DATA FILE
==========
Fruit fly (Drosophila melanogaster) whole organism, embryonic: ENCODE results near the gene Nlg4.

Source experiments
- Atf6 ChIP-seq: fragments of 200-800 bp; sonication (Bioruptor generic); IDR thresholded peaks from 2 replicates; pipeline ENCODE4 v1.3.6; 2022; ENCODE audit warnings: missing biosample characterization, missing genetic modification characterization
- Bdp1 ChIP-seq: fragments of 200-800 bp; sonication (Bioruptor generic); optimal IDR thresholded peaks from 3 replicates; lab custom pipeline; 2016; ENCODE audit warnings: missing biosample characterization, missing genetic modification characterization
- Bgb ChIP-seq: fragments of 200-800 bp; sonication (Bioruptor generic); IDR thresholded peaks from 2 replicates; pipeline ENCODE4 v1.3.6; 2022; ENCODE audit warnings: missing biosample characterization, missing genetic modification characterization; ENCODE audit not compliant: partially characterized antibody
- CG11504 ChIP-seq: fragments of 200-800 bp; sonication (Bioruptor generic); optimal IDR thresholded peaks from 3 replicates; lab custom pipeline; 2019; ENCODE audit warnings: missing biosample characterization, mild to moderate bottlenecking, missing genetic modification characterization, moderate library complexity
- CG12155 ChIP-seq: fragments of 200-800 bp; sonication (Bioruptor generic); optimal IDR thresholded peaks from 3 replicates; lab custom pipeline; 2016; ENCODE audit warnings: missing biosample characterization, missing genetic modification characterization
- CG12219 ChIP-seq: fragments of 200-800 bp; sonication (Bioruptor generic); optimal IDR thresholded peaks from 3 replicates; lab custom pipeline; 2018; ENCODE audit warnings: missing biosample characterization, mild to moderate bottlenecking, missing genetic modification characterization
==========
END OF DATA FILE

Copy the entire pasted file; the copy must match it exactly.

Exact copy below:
Fruit fly (Drosophila melanogaster) whole organism, embryonic: ENCODE results near the gene Nlg4.

Source experiments
- Atf6 ChIP-seq: fragments of 200-800 bp; sonication (Bioruptor generic); IDR thresholded peaks from 2 replicates; pipeline ENCODE4 v1.3.6; 2022; ENCODE audit warnings: missing biosample characterization, missing genetic modification characterization
- Bdp1 ChIP-seq: fragments of 200-800 bp; sonication (Bioruptor generic); optimal IDR thresholded peaks from 3 replicates; lab custom pipeline; 2016; ENCODE audit warnings: missing biosample characterization, missing genetic modification characterization
- Bgb ChIP-seq: fragments of 200-800 bp; sonication (Bioruptor generic); IDR thresholded peaks from 2 replicates; pipeline ENCODE4 v1.3.6; 2022; ENCODE audit warnings: missing biosample characterization, missing genetic modification characterization; ENCODE audit not compliant: partially characterized antibody
- CG11504 ChIP-seq: fragments of 200-800 bp; sonication (Bioruptor generic); optimal IDR thresholded peaks from 3 replicates; lab custom pipeline; 2019; ENCODE audit warnings: missing biosample characterization, mild to moderate bottlenecking, missing genetic modification characterization, moderate library complexity
- CG12155 ChIP-seq: fragments of 200-800 bp; sonication (Bioruptor generic); optimal IDR thresholded peaks from 3 replicates; lab custom pipeline; 2016; ENCODE audit warnings: missing biosample characterization, missing genetic modification characterization
- CG12219 ChIP-seq: fragments of 200-800 bp; sonication (Bioruptor generic); optimal IDR thresholded peaks from 3 replicates; lab custom pipeline; 2018; ENCODE audit warnings: missing biosample characterization, mild to moderate bottlenecking, missing genetic modification characterization